While the employment contract says that it should be interpreted under the law of Washington, that choice of law was unenforceable because Massachusetts would treat the contract provision waiving the right to pursue class claims as contrary to the state’s fundamental public policy, the 1st Circuit found.

The court noted that Massachusetts law not only specifically provides for class claims being brought under the three relevant state statutes, but two of them also contain specific provisions precluding the contractual waiver of certain rights. That indicated that protecting a substantive right to bring class actions was a fundamental public policy of the state, the plaintiff argued.

The 1st Circuit ultimately agreed, but not before taking a close look at the somewhat tortured path Massachusetts case law had taken on the issue.

As in Massachusetts, Rhode Island’s wage law expressly authorizes class actions.  R.I.G.L. 28-14-19.2(b) reads: “An action instituted pursuant to this section may be brought by one or more employees or former employees individually and/or on behalf of other employees similarly situated.”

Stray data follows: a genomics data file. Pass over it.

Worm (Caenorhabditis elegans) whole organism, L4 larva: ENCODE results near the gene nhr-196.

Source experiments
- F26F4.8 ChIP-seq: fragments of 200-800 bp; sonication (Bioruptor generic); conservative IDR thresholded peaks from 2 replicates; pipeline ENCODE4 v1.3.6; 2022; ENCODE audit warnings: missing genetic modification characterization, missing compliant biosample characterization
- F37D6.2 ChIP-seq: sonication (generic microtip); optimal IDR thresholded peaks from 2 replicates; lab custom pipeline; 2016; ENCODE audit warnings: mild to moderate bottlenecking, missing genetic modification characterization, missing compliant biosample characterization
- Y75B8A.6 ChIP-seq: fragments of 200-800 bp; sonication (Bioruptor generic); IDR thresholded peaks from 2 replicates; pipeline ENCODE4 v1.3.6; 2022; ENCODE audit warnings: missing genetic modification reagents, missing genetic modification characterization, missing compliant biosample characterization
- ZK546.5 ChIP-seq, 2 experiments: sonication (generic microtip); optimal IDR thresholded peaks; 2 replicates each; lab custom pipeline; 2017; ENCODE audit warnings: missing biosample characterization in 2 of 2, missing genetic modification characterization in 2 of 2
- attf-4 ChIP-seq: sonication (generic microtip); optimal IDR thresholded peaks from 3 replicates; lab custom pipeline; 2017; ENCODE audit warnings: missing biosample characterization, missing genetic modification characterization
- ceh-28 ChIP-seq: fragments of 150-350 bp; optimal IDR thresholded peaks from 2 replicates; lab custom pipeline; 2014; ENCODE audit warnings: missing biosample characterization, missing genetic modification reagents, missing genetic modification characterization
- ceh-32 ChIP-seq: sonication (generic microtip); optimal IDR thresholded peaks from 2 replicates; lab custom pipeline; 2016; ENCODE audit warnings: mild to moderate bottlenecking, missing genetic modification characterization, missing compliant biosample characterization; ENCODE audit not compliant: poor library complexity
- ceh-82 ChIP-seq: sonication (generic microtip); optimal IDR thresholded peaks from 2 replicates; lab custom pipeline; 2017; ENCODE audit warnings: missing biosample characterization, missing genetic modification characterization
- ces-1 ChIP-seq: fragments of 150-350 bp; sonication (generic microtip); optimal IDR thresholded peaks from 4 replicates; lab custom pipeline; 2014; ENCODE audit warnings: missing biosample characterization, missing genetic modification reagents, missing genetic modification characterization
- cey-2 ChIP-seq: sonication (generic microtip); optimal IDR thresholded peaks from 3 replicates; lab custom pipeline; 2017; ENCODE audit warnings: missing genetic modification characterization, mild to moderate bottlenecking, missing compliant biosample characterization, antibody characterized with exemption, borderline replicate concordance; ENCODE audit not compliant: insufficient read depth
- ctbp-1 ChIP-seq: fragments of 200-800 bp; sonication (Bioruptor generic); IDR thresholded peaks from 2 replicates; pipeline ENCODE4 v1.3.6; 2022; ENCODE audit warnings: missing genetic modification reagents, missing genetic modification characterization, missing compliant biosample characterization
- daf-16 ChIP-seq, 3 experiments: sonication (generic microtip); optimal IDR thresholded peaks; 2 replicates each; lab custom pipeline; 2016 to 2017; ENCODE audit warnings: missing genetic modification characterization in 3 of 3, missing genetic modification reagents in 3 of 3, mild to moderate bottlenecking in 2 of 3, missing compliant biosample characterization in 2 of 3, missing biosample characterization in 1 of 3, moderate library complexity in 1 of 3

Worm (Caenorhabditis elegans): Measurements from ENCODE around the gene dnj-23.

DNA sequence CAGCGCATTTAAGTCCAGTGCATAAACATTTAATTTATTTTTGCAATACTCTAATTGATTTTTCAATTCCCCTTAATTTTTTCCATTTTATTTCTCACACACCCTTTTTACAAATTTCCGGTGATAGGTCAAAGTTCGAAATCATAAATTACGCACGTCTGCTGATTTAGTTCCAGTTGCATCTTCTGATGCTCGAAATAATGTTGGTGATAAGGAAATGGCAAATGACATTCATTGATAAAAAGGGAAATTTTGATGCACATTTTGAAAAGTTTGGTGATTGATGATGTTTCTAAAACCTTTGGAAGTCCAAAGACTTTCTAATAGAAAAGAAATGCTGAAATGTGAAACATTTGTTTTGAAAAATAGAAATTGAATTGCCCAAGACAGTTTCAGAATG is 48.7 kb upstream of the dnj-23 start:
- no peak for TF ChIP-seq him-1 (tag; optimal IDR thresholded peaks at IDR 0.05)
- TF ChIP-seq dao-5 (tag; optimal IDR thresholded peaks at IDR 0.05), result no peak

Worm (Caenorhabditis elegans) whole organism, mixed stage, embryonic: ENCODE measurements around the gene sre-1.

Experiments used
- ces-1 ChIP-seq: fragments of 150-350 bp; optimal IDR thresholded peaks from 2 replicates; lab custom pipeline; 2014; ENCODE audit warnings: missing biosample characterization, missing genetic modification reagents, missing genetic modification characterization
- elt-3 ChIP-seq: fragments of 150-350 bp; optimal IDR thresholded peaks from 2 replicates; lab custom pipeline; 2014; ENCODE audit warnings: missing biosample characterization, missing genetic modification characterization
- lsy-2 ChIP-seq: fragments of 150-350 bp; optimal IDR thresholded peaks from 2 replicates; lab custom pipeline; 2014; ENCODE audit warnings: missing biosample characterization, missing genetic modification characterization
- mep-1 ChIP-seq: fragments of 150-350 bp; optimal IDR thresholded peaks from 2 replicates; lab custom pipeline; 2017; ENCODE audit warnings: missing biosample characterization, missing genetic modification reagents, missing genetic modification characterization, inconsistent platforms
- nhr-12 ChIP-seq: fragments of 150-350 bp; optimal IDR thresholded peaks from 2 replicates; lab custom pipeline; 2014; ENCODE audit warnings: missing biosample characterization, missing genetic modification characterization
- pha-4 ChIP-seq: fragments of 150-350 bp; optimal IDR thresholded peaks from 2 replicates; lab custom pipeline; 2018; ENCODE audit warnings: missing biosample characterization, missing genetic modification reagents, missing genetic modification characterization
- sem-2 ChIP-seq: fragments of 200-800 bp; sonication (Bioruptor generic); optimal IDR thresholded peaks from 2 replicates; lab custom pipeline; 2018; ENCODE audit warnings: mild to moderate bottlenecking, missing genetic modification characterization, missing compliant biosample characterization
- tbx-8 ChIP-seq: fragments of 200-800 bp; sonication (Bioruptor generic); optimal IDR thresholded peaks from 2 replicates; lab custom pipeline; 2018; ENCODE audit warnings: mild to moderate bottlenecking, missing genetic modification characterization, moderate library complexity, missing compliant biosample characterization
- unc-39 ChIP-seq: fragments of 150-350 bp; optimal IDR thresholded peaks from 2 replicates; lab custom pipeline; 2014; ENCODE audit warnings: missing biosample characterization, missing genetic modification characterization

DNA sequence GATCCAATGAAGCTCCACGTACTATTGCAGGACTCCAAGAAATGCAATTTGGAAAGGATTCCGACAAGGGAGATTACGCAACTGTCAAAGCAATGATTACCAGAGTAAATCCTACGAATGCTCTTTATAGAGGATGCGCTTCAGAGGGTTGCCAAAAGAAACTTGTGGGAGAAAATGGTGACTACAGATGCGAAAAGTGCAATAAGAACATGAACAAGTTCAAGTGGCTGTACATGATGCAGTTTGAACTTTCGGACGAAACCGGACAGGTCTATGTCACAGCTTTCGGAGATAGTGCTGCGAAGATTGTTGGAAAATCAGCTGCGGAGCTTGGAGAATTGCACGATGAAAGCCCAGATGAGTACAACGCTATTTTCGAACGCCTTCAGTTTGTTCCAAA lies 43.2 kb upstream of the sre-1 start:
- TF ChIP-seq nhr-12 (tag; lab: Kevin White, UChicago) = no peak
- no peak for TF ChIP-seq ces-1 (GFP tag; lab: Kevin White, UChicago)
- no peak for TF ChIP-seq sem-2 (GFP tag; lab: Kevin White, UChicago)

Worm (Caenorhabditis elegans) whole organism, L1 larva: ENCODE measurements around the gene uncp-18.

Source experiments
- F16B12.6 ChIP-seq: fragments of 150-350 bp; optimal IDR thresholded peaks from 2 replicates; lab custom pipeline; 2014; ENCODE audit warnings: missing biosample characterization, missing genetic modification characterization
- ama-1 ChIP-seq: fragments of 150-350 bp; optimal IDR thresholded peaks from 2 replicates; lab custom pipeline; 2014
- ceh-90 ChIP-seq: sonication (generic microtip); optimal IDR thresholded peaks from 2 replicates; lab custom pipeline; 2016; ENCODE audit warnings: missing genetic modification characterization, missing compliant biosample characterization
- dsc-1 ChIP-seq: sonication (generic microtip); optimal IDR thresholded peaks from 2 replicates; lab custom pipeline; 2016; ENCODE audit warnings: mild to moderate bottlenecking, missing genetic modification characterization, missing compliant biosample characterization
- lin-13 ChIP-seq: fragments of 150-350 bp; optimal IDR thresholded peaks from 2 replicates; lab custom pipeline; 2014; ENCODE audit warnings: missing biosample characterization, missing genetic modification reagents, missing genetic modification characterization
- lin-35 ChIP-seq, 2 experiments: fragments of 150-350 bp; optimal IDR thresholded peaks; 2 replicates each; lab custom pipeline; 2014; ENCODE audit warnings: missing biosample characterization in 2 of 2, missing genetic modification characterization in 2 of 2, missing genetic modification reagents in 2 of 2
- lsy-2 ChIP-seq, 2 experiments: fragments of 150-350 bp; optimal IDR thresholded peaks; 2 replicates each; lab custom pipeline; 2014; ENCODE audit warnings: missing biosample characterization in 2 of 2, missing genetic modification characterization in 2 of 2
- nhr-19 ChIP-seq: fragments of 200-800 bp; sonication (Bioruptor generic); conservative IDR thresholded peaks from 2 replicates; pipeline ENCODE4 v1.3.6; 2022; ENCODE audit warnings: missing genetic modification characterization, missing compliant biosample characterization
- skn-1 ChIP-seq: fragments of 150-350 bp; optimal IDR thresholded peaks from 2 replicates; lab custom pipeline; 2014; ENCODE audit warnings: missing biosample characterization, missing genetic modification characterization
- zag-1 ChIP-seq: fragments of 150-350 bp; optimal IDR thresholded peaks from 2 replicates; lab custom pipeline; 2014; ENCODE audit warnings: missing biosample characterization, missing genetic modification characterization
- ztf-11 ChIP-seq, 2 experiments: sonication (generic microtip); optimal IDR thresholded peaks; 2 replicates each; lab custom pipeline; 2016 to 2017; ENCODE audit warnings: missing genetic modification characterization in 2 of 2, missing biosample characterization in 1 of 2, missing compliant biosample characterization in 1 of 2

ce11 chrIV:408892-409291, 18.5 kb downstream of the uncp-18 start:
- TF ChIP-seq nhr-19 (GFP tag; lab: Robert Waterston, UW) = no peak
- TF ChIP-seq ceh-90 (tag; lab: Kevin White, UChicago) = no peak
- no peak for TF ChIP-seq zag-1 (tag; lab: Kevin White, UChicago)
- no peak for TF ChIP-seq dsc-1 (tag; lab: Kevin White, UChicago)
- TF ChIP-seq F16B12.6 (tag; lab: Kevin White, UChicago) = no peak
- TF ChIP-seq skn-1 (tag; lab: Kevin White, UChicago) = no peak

Violations of the Rhode Island wage law are also misdemeanors, punishable by fine or imprisonment, which suggests similarly compelling public policy considerations.

Like the Massachusetts Wage Act, the Rhode Island Payment of Wages Act also prohibits agreements that contravene the requirements of the statute.

In Waithaka, the transportation worker exemption had taken the FAA out of the picture, so the state’s distaste for class action waivers was able to carry the day.

“Notwithstanding the Supreme Court’s view that such state policies must give way when the FAA governs a dispute, the policies remain intact where, as here, the FAA does not preempt state law,” Lipez wrote.